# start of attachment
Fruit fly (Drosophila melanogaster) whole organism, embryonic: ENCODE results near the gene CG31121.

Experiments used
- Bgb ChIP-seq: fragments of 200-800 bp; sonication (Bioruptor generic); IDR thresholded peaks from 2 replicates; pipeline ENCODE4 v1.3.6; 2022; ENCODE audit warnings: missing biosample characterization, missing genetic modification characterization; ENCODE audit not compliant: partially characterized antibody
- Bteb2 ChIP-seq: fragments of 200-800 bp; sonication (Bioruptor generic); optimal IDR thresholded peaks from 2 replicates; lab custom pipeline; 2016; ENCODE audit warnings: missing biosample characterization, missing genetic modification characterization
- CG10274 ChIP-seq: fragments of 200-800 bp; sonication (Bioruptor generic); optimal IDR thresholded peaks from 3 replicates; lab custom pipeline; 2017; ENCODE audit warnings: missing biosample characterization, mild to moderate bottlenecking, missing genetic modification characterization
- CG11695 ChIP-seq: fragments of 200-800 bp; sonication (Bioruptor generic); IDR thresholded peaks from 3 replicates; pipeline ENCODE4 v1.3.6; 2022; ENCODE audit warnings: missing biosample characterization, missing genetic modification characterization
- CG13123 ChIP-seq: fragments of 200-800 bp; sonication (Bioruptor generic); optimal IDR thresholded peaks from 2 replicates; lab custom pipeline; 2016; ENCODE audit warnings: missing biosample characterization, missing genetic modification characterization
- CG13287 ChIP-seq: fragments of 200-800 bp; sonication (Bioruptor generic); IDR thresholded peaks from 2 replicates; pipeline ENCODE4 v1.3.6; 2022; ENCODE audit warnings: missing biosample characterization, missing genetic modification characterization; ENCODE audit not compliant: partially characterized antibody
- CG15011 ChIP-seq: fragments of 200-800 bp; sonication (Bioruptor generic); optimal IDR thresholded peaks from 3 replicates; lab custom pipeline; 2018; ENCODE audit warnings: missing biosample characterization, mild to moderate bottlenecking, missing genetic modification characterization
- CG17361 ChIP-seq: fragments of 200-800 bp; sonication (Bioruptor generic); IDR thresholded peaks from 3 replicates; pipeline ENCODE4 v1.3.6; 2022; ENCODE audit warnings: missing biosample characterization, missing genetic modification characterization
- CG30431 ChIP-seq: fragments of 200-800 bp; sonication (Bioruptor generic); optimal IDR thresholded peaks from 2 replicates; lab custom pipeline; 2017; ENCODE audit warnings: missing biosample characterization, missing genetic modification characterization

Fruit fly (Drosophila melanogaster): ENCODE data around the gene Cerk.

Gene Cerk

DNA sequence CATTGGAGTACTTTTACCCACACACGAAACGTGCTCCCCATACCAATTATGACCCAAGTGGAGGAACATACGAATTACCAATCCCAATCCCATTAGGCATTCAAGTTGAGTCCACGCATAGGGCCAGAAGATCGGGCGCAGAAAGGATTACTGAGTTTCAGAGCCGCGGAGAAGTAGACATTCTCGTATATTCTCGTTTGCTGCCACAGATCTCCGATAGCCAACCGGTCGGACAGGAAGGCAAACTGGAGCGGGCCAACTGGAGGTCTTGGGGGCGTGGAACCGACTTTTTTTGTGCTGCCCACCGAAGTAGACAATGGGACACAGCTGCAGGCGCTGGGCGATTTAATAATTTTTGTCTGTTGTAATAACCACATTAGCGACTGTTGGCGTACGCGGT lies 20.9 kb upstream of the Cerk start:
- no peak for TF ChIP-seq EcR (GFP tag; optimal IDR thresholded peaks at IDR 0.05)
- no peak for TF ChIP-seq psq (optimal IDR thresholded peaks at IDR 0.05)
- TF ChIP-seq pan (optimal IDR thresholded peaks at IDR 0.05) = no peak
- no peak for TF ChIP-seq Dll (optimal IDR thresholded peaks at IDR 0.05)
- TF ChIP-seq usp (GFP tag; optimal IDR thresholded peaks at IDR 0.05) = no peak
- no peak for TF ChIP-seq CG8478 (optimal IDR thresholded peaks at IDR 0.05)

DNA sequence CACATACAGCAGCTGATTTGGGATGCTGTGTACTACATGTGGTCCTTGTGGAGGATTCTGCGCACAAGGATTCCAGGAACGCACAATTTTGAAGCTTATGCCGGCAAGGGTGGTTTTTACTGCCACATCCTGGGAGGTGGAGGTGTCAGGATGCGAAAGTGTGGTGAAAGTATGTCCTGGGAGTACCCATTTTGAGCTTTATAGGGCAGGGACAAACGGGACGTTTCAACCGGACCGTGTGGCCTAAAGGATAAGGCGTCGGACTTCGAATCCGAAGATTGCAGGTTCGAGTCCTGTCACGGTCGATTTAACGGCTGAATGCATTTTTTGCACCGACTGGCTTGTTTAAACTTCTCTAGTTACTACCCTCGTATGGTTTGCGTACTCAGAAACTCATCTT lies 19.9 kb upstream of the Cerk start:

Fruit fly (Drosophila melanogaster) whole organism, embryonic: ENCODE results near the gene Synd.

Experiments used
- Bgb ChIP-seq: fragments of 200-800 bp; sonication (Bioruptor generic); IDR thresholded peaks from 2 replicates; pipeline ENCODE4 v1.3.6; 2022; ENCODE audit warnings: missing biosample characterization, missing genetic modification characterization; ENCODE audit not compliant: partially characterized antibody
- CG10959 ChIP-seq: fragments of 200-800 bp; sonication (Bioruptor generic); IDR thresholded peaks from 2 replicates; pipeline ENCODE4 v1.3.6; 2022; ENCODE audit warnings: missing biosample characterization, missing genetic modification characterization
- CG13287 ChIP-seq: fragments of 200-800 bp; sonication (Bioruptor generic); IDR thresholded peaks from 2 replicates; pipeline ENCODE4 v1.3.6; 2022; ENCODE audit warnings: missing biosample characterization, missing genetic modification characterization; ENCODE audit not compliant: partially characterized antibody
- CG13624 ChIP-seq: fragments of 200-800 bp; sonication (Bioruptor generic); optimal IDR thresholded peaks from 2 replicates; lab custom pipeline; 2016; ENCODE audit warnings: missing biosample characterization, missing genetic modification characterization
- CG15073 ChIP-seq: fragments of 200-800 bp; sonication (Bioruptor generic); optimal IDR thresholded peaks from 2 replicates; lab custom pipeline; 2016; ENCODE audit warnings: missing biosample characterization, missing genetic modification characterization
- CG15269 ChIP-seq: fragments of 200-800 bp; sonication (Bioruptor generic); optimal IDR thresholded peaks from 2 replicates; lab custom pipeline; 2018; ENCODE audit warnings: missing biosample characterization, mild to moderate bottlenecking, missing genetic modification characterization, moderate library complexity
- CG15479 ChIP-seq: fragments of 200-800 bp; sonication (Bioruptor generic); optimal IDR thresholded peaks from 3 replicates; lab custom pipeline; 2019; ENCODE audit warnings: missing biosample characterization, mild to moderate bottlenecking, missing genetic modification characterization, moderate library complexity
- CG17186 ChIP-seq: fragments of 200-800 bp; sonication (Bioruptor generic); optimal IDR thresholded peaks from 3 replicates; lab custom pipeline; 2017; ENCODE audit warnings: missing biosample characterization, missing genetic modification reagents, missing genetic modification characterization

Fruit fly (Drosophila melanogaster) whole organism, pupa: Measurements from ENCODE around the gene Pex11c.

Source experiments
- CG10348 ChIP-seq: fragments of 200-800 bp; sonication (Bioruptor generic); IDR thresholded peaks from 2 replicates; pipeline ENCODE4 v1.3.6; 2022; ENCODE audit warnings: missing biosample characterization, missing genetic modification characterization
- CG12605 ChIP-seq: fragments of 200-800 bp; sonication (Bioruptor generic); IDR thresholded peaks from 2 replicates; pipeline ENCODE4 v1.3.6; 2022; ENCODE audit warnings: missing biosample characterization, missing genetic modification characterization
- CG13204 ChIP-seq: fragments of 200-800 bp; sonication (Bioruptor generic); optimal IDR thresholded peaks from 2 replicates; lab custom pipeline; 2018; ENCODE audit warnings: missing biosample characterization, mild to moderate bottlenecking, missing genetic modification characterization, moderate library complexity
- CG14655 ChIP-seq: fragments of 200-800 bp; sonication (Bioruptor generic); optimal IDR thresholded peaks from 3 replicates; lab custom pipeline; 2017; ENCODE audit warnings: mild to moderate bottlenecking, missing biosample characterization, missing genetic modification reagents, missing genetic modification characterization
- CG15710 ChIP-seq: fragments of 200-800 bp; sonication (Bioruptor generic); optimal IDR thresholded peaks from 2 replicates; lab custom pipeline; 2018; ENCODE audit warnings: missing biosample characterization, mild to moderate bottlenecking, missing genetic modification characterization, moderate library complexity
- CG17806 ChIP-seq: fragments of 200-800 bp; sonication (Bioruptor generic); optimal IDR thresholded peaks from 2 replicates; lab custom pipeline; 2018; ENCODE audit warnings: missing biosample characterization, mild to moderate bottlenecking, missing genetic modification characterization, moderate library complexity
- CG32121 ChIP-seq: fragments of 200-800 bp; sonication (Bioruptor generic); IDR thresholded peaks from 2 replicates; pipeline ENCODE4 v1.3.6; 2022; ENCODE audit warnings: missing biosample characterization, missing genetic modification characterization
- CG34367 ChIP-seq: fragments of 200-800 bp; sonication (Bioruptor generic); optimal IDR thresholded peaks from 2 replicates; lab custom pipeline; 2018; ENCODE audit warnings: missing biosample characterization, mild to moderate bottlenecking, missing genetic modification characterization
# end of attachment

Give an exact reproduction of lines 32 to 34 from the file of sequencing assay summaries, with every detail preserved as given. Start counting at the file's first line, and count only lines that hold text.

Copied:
Fruit fly (Drosophila melanogaster) whole organism, pupa: Measurements from ENCODE around the gene Pex11c.

Source experiments
- CG10348 ChIP-seq: fragments of 200-800 bp; sonication (Bioruptor generic); IDR thresholded peaks from 2 replicates; pipeline ENCODE4 v1.3.6; 2022; ENCODE audit warnings: missing biosample characterization, missing genetic modification characterization